Jilly D.

Waiting for spring: wild winds

In Off-The-Grid Memoir on March 14, 2014 at 1:51 pm

100_1025For Sam, learning to withstand the challenges of weather means preparing for storms. Wind storms and rain in March are the norm. Wind gusts and torrential downpours are not; but have become more frequent in the past three or four years.

In the middle of a March night we will hear it rain on snow. Plop-plop on the tin roof wakes us. Rain on snow instead of snow on snow is trouble. Rain then freezes. Rain penetrates the snow and alters its consistency before freezing rock hard. The deer and cows can’t stomp down the snow and eat the green undergrowth in pastures and woodlands. The rain freezes right onto the blades of the windmill. The blades get heavier and heavier. Sometimes the windmill will freeze right up and you’ve got to wait a few days for a good sun shower.

When the winds blow at 60 m.p.h. it tests the wire cables holding the windmill aloft and grounded. Only once has the windmill atop the 80 foot tower broken under gale force winds. It required taking the tower down, taking the windmill off and replacing the blades. More than once, wind gusts have been so extreme as to jolt it into a free spin where the regulator shuts it down and stops generating power. In March last year the gusts at 85 m.p.h. finally fried the big windmill. Sam has the spare parts in the garage and will take it down during the calm days of summer to work on it and replace the generator.

Finding projects for these glum bouts of weather are needed to sublimate the desires of any normal hibernating mammal. There are lots of things to do, although most of them are not ones we look forward to doing. Procrastinating paperwork and tax preparation, for example. Oiling and seasoning all the cast iron pans and skillets, polishing the silver, sharpening the knives with a whetstone, cleaning off desks and workbenches, organizing tools and balancing the checkbook.

Sam studies the farm newspapers and magazines. March is a good time to go to auctions. Nobody else has any money to spend this time of year, and the weather is so bad nobody needs to use any equipment yet, so prices are lower.  I learned to love Saturday morning road trips to farm auction sites; preview the goods with a hot cup of coffee from the traveling food wagon. Sam is so good at finding deals because he knows he can repair anything that’s broke.

We spend time during the longest month of the year doing hands-on research related to the farm. One year we attended a regional conference of deer and elk farmers to learn more about legislative initiatives and marketing efforts to promote deer farming. Sam and I participated in a public forum held on the Ithaca College campus regarding sustainability and wind farming. Sam spoke at public hearings held at the Enfield Town Board meetings regarding the viability of a new wind farm near Buck Hill. I took a month long course offered by Cornell Cooperative Extension at the Rural-Urban Center in Montour Falls on How to Build a Sustainable Farm Business Plan. Extension Services offered a variety of workshops in March that proved useful: Marketing Local Meats, Agritourism in the Finger Lakes, Promoting Local Farmers Markets. Sam drove around to several other deer, elk and buffalo ranches in New York and Pennsylvania to learn first-hand from experienced farmers.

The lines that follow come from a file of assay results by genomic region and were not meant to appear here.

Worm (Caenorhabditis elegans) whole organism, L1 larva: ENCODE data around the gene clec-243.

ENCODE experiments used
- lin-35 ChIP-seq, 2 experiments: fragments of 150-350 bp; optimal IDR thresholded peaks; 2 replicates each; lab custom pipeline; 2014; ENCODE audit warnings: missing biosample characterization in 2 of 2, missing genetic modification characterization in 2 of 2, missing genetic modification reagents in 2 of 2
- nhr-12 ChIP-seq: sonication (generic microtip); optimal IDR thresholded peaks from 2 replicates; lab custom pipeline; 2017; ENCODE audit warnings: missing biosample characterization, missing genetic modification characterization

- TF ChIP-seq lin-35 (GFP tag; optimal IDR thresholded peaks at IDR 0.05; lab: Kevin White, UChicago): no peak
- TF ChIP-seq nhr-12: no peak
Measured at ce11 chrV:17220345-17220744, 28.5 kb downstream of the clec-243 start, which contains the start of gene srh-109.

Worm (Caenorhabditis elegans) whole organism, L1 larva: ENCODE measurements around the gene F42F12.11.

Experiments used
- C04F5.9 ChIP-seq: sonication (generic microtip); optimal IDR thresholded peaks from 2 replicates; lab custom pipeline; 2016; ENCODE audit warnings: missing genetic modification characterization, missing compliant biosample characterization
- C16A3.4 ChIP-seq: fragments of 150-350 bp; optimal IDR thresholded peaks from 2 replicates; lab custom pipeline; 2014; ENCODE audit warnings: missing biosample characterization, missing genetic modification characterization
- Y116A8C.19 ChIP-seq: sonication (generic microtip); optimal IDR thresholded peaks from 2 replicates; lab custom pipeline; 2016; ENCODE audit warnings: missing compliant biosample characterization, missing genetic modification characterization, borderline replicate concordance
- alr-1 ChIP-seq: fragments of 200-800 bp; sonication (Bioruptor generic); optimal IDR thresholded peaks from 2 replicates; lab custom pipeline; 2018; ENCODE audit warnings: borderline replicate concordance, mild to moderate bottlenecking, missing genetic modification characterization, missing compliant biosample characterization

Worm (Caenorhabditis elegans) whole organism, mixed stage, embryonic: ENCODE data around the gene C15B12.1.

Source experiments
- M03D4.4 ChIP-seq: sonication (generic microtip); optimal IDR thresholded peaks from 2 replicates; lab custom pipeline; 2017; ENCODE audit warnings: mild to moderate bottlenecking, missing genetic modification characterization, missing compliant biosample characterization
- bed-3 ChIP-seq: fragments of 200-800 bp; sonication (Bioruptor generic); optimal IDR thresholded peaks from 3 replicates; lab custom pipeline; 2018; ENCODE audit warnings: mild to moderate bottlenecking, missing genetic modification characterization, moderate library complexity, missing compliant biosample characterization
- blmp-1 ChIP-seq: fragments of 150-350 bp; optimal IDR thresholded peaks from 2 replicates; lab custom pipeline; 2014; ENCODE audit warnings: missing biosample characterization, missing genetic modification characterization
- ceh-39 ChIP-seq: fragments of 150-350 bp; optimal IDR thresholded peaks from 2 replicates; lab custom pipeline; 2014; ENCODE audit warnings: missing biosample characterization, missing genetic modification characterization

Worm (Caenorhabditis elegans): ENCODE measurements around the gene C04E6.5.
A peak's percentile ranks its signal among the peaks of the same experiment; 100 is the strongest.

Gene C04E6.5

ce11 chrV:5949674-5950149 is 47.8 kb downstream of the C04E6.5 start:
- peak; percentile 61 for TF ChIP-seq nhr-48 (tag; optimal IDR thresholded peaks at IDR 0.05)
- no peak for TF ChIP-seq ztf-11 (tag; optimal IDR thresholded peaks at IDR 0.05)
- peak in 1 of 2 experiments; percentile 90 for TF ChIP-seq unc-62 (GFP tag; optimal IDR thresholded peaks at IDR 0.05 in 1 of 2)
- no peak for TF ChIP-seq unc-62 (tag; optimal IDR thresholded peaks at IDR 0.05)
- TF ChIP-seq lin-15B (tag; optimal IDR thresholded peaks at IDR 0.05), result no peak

Despite having taken my fair share of multiple choice tests, including the SAT, ACT, and GREs, and despite having constructed more than my fair share of closed-end objective assessment tests, I worried about passing my Wildlife Rehabilitator’s License exam. The New York State Department of Environmental Conservation requires a test before you are allowed to practice wildlife rehabilitation. There are no essays, so I couldn’t explain my answers. I spent hours reviewing exam questions with Sam.

“What are the most likely rabies vector species you will encounter in your work as a wildlife rehabilitator in New York State?” Sam would ask.

“Bats, raccoons,” I blurted out. This was like playing Jeopardy, but the stakes involved the welfare of wild animals.

“How long is the gestation period of rabbits?” he’d ask.

“Twenty-one days.” I knew how fast rabbits could reproduce.

“Define hypothermia. Define hyperthermia.” Sam kept quizzing me. I loved it. Even if I didn’t know all the answers, I was learning them from Sam.

100_0931The icicles begin to drip. The snow begins to melt. The waterwheel turns Po-dunk. The swish and force of water pushing steel make spring percussion.

The seed catalogs pile high. We wade through them and begin to make plans for the next growing season.

“Plant oats in the mud. Buckwheat in the dust. That’s what Uncle Donald taught me,” Sam says. Uncle Donald and Sam’s dad farmed oats and buckwheat for seed crops. During the 1950s and 1960s most of the farmland around here was used to grow seed crops. Since the 1800s when Mecklenburg and Enfield established working mills based on the power generated from waterwheels, these fields have yielded grains and produce for feed and seed. The number of seed companies dropped precipitously since the 1980s. Seed saving today is making a comeback and I harvest, dry, clean, and sort all kinds of seeds from our crops of lettuces, greens, beets, radishes, sunflowers, calendula, cilantro and basil.

Quality is like fresh oats

Quality is like fresh oats

  1. Spring on the way–ice, snow, melt, and mud. Practical problem-solving, seed-catalogs, and cooler tempers this week.Love your stories. Here, coyote tracks in the snow. I hope they go after the exploding rabbit population. Hard to garden without a guy who’s a good shot.

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